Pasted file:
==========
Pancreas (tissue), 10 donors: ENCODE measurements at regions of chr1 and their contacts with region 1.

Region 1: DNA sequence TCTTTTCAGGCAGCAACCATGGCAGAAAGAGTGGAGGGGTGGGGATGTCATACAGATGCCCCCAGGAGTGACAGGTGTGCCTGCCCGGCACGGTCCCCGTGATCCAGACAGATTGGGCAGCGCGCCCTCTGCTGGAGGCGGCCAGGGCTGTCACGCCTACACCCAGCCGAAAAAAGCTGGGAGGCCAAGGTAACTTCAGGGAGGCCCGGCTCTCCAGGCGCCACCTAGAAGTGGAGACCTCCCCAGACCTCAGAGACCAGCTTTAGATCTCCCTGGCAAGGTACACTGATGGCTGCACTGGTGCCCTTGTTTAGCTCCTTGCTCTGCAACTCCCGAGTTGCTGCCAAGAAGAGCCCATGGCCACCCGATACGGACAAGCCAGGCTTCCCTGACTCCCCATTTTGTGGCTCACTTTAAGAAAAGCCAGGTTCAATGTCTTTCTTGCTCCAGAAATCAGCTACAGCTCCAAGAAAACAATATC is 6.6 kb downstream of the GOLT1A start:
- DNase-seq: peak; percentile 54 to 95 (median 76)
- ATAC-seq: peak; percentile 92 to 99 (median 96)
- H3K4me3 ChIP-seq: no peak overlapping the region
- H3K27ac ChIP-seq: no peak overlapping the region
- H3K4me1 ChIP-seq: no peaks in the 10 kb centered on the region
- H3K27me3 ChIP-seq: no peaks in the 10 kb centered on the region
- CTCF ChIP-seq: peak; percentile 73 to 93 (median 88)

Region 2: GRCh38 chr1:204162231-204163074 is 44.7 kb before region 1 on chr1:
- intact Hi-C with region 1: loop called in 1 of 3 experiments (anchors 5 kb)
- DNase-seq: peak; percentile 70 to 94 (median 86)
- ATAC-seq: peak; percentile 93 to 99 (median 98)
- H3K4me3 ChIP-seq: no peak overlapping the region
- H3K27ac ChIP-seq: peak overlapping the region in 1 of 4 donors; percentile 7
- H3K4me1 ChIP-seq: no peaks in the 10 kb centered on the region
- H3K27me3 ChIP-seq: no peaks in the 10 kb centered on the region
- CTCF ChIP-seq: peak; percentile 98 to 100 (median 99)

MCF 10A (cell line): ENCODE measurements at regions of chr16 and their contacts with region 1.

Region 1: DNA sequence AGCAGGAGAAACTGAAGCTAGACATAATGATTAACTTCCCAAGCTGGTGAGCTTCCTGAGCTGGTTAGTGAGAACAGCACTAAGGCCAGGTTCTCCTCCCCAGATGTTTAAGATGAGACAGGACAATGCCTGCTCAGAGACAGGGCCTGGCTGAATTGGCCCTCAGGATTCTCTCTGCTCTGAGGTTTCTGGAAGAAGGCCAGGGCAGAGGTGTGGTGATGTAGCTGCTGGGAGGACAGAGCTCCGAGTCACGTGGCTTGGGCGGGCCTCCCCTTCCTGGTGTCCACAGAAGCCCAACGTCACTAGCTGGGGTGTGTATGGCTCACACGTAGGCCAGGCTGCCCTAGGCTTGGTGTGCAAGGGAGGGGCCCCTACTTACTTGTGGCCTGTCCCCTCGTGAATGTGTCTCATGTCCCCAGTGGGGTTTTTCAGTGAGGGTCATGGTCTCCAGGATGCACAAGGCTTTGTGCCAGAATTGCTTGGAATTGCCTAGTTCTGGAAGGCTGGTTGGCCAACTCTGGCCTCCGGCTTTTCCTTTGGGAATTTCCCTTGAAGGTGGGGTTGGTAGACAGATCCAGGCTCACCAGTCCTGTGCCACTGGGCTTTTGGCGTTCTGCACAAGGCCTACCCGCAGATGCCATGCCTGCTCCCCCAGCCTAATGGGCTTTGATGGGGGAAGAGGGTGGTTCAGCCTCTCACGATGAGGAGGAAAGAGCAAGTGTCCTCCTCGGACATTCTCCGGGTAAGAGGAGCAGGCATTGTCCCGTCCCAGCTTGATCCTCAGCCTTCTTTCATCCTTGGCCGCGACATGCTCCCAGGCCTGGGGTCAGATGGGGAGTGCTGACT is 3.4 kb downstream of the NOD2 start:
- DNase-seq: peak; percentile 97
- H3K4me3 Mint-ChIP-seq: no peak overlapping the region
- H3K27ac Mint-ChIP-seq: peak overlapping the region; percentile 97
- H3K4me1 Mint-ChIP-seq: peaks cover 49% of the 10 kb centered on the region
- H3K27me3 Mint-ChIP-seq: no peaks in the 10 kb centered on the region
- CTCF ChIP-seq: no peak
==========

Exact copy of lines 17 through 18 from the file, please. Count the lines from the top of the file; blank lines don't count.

- H3K27me3 ChIP-seq: no peaks in the 10 kb centered on the region
- CTCF ChIP-seq: peak; percentile 98 to 100 (median 99)